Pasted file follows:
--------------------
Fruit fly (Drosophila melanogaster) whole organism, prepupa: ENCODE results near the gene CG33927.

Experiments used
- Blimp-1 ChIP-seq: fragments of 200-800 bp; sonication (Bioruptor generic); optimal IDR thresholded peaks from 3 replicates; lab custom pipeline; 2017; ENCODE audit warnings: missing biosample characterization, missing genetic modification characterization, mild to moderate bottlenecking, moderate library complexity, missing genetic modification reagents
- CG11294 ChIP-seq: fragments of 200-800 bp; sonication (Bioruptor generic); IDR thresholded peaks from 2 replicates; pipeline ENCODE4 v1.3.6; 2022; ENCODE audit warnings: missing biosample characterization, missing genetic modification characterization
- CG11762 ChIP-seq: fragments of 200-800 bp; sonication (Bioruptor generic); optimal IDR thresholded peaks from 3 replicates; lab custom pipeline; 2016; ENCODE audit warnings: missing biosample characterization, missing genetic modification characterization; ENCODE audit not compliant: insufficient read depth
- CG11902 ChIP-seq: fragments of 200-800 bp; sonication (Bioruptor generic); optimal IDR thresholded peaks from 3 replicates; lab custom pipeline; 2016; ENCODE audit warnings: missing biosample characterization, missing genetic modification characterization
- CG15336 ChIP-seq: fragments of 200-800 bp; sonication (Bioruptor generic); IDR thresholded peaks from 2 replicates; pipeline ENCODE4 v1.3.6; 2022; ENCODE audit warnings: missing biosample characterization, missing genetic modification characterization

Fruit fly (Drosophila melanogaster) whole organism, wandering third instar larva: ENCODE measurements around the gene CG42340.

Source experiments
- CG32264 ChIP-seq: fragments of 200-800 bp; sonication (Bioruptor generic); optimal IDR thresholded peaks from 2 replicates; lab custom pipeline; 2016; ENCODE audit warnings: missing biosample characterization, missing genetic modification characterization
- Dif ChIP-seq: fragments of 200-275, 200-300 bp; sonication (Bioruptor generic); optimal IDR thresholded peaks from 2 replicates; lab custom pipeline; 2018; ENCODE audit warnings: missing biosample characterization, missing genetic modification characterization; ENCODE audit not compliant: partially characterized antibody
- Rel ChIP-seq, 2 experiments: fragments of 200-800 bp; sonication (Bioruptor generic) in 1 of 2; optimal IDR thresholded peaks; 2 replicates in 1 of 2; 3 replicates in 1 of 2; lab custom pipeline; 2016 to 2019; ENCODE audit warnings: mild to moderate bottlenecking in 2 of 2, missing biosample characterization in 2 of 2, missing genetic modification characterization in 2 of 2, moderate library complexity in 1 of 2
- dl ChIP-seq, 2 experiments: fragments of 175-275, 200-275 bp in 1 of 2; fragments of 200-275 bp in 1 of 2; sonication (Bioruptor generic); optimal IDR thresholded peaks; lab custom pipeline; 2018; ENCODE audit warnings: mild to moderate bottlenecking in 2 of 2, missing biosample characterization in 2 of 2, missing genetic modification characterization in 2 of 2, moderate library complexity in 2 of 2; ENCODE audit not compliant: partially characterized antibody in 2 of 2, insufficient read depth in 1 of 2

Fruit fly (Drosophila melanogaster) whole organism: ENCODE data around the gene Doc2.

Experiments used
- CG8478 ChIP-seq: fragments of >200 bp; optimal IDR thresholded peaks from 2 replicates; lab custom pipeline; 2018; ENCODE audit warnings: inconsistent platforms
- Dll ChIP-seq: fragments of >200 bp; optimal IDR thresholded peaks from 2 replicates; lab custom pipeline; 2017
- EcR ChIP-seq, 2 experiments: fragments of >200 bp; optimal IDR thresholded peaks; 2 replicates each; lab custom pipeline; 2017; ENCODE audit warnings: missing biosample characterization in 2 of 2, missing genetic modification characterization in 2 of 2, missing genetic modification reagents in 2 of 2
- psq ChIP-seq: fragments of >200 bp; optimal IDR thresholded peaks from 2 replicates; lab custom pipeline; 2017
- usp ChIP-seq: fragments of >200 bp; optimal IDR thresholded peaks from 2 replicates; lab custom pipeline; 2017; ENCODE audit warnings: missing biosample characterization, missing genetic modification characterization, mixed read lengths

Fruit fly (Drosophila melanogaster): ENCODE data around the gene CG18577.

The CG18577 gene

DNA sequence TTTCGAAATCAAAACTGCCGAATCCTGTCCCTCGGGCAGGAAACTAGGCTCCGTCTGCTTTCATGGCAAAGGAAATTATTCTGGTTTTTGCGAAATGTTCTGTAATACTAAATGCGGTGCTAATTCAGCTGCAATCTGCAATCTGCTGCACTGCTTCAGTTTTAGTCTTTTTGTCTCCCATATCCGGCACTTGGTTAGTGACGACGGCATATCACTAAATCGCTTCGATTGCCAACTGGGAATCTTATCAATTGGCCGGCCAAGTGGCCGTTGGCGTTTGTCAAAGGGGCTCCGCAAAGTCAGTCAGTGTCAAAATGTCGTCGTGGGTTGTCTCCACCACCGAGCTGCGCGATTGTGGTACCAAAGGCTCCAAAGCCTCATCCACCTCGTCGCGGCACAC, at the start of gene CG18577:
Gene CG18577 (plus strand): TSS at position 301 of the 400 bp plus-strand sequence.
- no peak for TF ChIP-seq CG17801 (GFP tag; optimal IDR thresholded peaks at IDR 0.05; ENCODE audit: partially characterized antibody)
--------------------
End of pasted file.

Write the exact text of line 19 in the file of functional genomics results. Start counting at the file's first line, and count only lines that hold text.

- psq ChIP-seq: fragments of >200 bp; optimal IDR thresholded peaks from 2 replicates; lab custom pipeline; 2017